Review: Is The Olympus EP3 The Micro Four Thirds To Beat?

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Written by Matthew Lentini     14/09/2011 | 06:57 | Category name i.e.DIGITAL PHOTOGRAPHY

The EP-3 tops the latest PEN series from Olympus with high image quality and enough features to lure in the enthusiast while being simple and creative enough for the artistically keen amateurs.



The EP-3 houses a 17.3 x 13 mm Micro Four Thirds chip that sits it somewhere between the sensors found in DSLRs and compact cams. The large sensor ramps up low-light imaging performance, though still doesn't perform on par with bigger DSLRs. Coupled with its simple controls and visual aesthetics though, and you've got a camera with enough grunt to pull in enthusiasts but still enough usability for novices.

This expensive unit, sitting at $999, has to compete with Panasonic's recent Lumix Micro Four Thirds offerings which have their own perks, as well as similarly-priced DSLRs on the market like Nikon's entry-level D5100. The Live MOS sensor comes in at 12 megapixels, backed up by an imaging engine that produces the fastest autofocus on the market, beating the latest Lumix models, but with a lower megapixel count.

The typical programmable shooting modes come neatly aligned onto the physical settings wheel that sits next to the shutter release, including Aperture, Shutter, Manual and Program modes as well as an Automatic mode.

The art filters get their own section on the wheel as a prime feature that Olympus is trying to push as a creative element on their new PEN series cameras. The 10 filters include Sepia, Dramatic Tone, Film Grain, Cross-Process, Pin Hole Cam, Mini, Light Tone, Pale & Light, Soft Focus and Pop Art. Unlike most new cameras that offer art filters as just an obligatory additive, Olympus has made these filters customisable and functional beyond the norm so that novices and experts alike can take beautiful shots without worrying about post-production.

The camera can shoot at up to ISO 12,800 sensitivity for the darker shots and can shoot at up to 3 frames per second continuously. It'll brave dark scenarios, but the fast autofocus starts to falter in darker environments when trying to latch onto a subject. The max resolution comes to 4032x3024, though recording comes in a range of aspect ratios and smaller resolutions. Video specifically records at a max of 1920 x 1080p at either 60i/20Mbps or 60i/17Mbps and saved in AVCHD format. Pictures can be taken in JPEG and RAW format at the same time.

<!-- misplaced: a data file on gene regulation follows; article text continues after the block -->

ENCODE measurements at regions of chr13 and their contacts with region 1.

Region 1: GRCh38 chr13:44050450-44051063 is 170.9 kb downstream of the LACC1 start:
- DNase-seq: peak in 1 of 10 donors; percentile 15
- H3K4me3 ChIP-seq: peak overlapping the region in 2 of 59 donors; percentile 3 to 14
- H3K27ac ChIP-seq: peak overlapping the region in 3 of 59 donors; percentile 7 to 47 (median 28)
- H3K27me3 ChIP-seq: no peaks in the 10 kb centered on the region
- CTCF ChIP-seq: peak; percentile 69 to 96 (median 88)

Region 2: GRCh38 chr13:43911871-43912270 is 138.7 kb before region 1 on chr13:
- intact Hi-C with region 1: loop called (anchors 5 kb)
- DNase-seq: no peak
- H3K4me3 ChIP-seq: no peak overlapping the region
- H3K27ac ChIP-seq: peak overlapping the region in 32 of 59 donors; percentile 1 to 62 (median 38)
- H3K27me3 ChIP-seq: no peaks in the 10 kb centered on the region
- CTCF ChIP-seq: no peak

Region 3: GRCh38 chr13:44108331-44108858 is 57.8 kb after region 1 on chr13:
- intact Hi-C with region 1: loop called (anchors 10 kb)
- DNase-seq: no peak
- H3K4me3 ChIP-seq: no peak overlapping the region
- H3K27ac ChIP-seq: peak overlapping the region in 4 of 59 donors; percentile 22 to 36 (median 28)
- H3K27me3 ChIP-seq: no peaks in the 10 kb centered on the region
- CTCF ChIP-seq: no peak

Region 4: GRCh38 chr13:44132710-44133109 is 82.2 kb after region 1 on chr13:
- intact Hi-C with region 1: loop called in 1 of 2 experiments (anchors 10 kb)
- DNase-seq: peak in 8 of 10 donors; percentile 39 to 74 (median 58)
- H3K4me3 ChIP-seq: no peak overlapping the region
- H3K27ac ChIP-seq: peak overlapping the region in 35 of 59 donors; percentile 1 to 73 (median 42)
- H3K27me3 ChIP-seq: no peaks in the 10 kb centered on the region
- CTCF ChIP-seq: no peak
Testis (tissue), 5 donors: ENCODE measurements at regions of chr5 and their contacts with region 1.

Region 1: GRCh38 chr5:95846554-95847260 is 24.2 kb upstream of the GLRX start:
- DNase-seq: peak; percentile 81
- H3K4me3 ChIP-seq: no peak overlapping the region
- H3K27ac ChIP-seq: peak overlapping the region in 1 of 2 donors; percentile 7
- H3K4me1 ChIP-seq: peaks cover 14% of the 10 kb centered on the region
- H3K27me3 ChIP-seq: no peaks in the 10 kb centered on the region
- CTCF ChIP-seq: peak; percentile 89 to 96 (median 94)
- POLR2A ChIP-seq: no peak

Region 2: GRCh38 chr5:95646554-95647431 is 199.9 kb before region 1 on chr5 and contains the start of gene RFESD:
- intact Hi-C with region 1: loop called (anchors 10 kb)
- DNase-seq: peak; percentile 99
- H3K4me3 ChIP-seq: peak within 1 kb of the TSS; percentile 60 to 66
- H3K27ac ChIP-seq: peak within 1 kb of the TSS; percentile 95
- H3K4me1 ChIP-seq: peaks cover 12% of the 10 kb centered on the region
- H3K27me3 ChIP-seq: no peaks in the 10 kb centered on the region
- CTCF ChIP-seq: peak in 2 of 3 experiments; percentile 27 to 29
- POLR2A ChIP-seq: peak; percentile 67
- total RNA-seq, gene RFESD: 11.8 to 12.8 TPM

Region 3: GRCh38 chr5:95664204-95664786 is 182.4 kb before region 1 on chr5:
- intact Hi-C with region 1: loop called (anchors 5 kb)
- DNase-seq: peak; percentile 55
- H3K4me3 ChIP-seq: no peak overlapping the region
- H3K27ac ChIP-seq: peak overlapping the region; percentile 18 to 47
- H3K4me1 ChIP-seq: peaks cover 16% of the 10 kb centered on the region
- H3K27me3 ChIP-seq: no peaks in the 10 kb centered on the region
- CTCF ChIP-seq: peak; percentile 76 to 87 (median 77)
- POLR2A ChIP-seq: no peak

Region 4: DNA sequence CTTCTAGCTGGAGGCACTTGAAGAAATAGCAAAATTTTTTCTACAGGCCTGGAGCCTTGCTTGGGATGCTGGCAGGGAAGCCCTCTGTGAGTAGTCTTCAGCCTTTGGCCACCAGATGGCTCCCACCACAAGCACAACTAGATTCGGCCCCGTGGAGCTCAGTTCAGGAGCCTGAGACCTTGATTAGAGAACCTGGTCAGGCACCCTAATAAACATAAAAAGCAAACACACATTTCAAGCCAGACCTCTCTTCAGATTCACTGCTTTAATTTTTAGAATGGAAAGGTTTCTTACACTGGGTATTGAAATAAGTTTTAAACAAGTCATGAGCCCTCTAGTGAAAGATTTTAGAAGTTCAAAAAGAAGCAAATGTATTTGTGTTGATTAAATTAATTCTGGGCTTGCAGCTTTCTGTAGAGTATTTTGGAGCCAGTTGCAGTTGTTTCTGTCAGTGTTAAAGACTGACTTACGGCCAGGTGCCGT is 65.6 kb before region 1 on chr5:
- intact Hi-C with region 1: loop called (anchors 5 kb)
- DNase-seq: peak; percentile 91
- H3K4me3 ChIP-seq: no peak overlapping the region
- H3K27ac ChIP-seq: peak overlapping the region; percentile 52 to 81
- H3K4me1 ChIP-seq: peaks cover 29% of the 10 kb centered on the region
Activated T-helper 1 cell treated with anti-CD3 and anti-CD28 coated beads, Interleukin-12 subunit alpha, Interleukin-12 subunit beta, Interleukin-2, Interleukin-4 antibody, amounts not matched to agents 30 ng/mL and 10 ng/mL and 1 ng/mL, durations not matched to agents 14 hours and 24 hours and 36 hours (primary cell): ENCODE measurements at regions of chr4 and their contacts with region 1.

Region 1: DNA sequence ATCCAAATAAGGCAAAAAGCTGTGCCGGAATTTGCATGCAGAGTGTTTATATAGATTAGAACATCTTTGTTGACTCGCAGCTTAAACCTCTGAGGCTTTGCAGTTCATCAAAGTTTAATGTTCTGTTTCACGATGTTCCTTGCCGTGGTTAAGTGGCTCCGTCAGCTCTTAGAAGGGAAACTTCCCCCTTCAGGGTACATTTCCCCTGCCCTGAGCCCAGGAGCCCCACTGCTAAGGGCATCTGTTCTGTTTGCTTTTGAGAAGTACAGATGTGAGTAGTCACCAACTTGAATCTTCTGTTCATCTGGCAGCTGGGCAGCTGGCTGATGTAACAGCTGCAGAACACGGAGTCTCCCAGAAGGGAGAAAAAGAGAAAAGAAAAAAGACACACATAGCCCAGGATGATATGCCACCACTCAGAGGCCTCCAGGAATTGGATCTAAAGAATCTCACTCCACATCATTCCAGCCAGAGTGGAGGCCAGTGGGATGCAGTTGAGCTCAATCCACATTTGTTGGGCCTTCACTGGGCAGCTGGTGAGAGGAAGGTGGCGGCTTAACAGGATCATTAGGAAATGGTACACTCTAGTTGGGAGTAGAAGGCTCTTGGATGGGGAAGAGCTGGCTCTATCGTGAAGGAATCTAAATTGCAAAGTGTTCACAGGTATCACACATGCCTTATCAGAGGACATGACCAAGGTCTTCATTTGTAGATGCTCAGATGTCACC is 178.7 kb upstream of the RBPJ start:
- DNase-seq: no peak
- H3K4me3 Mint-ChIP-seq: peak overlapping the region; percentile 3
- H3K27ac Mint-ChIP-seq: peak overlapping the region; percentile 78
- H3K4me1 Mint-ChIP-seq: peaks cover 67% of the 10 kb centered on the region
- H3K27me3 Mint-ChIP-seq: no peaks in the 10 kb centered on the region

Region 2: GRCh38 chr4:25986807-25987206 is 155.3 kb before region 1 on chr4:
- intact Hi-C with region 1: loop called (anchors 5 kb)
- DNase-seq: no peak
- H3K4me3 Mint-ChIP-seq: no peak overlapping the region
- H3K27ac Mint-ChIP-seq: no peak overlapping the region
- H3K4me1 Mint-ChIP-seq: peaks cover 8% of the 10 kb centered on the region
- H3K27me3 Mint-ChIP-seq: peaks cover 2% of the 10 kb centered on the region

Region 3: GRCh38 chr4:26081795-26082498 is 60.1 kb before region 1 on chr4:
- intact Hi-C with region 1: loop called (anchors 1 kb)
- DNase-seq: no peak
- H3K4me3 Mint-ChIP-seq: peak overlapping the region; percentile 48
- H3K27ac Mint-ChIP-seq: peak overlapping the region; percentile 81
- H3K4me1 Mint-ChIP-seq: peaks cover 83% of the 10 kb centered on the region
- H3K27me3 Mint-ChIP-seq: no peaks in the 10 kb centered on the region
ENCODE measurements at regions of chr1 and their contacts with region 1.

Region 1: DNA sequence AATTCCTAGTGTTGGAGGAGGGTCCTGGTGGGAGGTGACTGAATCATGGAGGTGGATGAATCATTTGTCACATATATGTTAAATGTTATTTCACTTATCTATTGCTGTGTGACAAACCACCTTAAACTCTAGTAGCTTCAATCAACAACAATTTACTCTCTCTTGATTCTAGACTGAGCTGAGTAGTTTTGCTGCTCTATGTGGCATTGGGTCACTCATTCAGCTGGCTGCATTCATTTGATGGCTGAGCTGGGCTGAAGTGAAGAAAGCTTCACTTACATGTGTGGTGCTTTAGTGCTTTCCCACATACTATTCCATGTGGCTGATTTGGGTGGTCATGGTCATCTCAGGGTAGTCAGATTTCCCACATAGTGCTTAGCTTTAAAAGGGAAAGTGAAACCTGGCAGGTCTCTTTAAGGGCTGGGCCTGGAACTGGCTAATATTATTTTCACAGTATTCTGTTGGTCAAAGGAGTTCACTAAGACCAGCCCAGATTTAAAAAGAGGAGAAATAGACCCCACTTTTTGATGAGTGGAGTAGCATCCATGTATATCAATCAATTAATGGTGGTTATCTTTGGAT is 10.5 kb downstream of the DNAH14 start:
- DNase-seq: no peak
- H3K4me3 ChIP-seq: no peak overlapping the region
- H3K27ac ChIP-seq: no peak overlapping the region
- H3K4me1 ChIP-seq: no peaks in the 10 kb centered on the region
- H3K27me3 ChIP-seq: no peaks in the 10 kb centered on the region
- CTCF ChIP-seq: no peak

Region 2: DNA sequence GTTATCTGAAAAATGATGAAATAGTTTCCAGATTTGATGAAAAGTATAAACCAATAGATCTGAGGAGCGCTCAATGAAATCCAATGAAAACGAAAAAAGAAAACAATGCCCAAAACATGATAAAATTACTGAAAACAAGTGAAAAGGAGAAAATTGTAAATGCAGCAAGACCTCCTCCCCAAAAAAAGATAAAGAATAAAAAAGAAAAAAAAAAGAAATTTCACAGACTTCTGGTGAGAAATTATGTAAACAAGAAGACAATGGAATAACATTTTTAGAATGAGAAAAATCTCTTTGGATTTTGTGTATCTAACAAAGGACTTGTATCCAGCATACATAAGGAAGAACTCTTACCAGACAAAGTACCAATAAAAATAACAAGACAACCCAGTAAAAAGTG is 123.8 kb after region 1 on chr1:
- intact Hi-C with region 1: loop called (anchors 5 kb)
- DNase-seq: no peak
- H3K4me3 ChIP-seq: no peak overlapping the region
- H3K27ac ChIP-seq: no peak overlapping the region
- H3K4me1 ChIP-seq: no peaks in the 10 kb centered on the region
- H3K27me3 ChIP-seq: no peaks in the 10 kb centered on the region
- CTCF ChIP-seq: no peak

The EP-3 produces sharp images with realistic colour reproduction under most circumstances, and controls itself well in the dark. Beyond ISO 6400, images become crumby and dark indoor shots tend to push into the grainier red zone here, so pushing all the way to beyond 12000 isn't recommended. Below 6400 produces usable images though optimum picture peaks at around the 3200 mark.

As a slightly more 'pro' feature of this camera, the EP-3 supports off-camera flashes that can work in conjunction with the pop-out flash that sits on the left shoulder of the body. There's also a hot-shoe for add-ons like other flashes, mics, etc.

The ease of use is helped by the 3-inch touch screen that sits in fixed position on the back of the unit. The 610k-dot OLED screen allows users to tap-to-shoot or tap-to-focus, where an focal point can be chosen anywhere on the shot to instantly snap a clear photo of any subject, far or near. Focus and aperture are automatically adjusted and the rapid autofocus kicks into gear instantaneously. While there's a touch screen, there are still ordinary buttons and scroll wheels to be found, but clutter is minimised without overloading the screen real estate.

Flicking through images and menus has a fresh tablet feel to it as swipe gestures are recognised, making the user experience a lot smoother.

This enthusiast cam bundles in high performance imaging with user-friendly features that make the EP-3 an effective and fun creative tool for trained hands and amateurs alike. The lenses thrown into the package are light and functional, working with the high quality imaging sensor and processor to produce sharp images. The asking price is high considering you can start moving into DSLR territory here, but the polish on this admittedly sexy unit almost warrant the premium.
Art Filter Test Shots:


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Pros & Cons

Pros:

Top image quality in its range; stylish design on a strong body; lightweight lenses

Cons:

High asking price pushes past some DSLRs